19 Apr 2022

Supporting climate resilience in Somalia

Assessing the potential of nature-based solutions to mitigate flood hazards

Flooding in the Beledweyne city of Somalia in 2016. ©AMISOM Public Information.

The International Day of Action for Rivers is marked on 14 March every year to celebrate and create awareness about the importance of rivers. Read on to know about one of DHI’s recent river-related projects to improve flood management in Somalia, East Africa.

The Shabelle and Juba River basins are the only two perennial rivers in Somalia sustaining water supply, including water for agriculture. Despite its potential, the Shabelle River basin tends to shift dramatically from flooding to drought due to challenges in water management. 

Somalia’s Ministry of Energy and Water Resources (MOEWR) in collaboration with the United Nations Environment Programme (UNEP) is carrying out the project ‘Sustainable Flood Management and Risk Reduction Action’, ongoing from August 2021 to March 2022. The project is funded by the Foreign, Commonwealth & Development Office (FCDO) and also involves the Food and Agriculture Organization of the United Nations (FAO).

Nature-based Solutions to flood management

Under guidance of the MOEWR, UNEP is undertaking the project’s research component and the UNEP-DHI Centre is providing the technical inputs to assess the potential of nature-based solutions (NbS) in mitigating flood and drought hazards. The direct beneficiaries of the findings and tools are the National Flood and Drought Task Force members including members from Hirshabelle, Jubaland and Southwest states.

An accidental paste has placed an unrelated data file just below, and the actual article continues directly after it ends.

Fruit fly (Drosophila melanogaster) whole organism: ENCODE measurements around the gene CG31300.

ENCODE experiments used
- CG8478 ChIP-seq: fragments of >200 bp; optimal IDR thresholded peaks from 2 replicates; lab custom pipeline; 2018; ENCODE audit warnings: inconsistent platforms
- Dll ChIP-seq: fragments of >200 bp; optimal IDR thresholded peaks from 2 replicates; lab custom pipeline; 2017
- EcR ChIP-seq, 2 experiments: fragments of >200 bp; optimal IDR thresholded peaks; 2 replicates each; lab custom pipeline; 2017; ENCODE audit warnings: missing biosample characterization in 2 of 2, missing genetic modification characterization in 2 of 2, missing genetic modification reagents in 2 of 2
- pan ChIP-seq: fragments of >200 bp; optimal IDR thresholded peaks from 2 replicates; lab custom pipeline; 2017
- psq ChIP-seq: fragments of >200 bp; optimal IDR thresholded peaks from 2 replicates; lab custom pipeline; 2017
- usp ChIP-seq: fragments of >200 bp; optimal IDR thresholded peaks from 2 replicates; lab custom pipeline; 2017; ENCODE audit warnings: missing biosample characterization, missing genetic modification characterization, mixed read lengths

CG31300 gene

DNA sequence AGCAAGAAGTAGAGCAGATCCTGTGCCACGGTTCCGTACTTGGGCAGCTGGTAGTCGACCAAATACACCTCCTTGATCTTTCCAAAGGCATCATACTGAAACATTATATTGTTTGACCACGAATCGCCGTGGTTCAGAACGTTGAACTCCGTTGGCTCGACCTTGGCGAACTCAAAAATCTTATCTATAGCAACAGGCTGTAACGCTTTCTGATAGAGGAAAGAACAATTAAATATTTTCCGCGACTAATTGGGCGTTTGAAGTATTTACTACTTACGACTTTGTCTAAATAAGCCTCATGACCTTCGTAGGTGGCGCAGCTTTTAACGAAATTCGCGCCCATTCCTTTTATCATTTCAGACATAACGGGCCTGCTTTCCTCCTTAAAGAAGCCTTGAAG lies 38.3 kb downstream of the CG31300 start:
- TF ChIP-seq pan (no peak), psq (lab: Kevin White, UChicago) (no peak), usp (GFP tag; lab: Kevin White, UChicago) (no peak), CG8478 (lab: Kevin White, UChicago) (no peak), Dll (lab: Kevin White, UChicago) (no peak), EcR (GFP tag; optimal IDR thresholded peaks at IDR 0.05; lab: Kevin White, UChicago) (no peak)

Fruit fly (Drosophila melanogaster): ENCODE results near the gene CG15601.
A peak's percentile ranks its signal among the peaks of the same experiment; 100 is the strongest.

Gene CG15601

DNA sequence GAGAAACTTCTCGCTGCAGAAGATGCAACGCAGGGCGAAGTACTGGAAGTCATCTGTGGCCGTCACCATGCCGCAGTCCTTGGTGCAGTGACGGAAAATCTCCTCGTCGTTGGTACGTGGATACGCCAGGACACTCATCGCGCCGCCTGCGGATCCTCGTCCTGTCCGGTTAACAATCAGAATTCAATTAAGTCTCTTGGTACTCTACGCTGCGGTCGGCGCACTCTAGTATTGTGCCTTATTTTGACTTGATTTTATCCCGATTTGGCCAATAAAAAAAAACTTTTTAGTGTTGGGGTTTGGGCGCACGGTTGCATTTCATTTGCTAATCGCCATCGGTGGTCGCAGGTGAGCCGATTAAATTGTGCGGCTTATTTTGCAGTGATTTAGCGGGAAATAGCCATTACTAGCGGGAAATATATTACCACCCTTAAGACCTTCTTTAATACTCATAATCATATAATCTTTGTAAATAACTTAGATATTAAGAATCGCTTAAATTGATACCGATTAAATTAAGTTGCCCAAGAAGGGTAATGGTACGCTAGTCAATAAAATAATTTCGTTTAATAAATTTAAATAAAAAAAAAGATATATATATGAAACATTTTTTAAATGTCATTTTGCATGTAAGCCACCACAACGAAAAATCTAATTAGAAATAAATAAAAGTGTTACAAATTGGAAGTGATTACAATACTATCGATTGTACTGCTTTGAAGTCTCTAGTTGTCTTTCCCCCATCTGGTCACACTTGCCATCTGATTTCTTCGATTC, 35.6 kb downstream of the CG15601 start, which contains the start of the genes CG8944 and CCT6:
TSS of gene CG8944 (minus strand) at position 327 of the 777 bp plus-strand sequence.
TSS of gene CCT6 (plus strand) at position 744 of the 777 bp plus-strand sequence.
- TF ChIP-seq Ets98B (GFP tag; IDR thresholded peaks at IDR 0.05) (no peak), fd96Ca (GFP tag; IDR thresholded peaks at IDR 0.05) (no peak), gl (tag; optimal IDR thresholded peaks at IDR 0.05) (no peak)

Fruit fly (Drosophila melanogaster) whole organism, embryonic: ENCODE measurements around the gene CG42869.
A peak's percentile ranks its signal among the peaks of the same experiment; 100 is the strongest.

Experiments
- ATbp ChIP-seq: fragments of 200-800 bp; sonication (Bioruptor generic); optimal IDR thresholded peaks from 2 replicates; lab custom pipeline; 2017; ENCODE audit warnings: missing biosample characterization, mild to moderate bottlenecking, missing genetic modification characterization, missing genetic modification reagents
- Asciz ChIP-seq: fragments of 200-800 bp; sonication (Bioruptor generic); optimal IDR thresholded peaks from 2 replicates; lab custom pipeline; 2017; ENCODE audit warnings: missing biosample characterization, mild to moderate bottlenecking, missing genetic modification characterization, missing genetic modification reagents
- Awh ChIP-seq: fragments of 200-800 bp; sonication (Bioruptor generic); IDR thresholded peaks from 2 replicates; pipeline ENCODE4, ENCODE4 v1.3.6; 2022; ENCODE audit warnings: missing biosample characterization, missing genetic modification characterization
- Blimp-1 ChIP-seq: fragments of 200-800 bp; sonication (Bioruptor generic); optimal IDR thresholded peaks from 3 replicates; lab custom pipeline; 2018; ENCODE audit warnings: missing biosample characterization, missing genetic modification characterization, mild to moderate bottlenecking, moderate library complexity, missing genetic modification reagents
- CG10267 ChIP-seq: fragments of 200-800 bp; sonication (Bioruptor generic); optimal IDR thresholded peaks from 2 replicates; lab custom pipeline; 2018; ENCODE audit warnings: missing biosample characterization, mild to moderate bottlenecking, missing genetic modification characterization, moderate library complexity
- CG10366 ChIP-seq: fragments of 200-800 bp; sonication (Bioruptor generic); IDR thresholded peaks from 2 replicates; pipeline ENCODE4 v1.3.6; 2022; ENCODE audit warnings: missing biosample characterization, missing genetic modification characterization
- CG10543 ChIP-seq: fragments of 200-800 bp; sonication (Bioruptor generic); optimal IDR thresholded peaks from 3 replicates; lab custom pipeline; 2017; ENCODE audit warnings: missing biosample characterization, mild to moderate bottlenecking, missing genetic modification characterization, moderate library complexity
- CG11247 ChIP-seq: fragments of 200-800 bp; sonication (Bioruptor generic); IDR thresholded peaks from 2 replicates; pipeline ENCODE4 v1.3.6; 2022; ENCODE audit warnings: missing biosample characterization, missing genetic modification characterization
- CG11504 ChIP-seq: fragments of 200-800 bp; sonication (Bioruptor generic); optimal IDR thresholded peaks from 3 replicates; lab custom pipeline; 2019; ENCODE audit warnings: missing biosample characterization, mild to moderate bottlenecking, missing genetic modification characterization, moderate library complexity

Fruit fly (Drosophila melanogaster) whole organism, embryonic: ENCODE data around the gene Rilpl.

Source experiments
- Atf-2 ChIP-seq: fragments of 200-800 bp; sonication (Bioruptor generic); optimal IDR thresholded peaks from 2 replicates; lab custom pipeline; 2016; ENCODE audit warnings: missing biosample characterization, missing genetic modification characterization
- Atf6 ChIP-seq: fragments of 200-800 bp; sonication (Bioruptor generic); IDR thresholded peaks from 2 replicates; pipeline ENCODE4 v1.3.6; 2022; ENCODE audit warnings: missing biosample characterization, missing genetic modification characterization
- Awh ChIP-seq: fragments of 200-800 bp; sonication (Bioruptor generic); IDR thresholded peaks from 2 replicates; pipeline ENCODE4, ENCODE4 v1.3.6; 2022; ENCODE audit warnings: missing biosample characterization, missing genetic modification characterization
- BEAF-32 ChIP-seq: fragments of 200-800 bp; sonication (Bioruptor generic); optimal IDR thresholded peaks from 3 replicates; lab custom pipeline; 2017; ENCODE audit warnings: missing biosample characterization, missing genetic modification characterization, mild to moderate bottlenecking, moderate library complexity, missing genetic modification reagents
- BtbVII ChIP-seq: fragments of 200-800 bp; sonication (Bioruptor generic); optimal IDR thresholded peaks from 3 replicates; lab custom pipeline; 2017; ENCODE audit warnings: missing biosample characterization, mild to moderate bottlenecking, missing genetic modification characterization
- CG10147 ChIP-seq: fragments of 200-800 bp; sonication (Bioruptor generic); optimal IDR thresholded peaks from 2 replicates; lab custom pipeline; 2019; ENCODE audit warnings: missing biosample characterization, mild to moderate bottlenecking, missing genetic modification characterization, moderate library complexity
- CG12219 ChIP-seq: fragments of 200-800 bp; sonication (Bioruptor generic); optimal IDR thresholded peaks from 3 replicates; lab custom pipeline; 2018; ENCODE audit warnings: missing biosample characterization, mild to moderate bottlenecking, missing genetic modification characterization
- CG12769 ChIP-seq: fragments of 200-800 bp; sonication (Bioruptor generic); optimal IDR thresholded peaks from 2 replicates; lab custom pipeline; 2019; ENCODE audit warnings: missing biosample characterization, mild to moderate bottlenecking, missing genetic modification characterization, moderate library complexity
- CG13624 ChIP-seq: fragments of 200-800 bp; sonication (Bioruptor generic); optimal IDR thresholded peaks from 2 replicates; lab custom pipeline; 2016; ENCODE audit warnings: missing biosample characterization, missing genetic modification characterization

The project’s study areas are the Shabelle River basin and key urban centres –Beledweyne, Jalalaqsi, Bulo Burde, Mahaday and Jowhar; and as a pilot case, the flash flood affected areas of Qardho, in Puntland State and also Beledweyne in Hirshabelle State.

Modelling tools and earth observation methods

The project investigated measures such as reforestation, terracing and sand dams in mitigating flash floods impacts in the ephemeral rivers or wadis, using modelling tools and earth observation-based indicators. In the case of riverine floods in the Shabelle River, a mathematical model of sediment transport was established to explore the natural behaviour of the river, determining when and where erosion and deposition occurs. 

Next, a model was used to study the effect of planned NbS interventions and to provide sediment related indicators for prioritised actions. The interventions analysed are vegetated gabions and embankment revegetation, and reforestation/gully rehabilitation. Due to data limitations, exact numbers and locations cannot be extracted from the models, but trends and characteristic behaviours can be determined. This is essential to inform next steps and to make recommendations on top priority data collection efforts.

Most of the data used in the study is available at www.jubashabelle-tmo.org. Final findings and recommendations are currently being submitted for revision to the MOEWR and Task Force members. For more information, contact Sílvia Leirião, project team leader at DHI, or Maija Bertule, senior technical advisor at the UNEP-DHI Centre.

Somali Red Crescent workers providing assistance to flood-affected communities in May 2021. ©Somali Red Crescent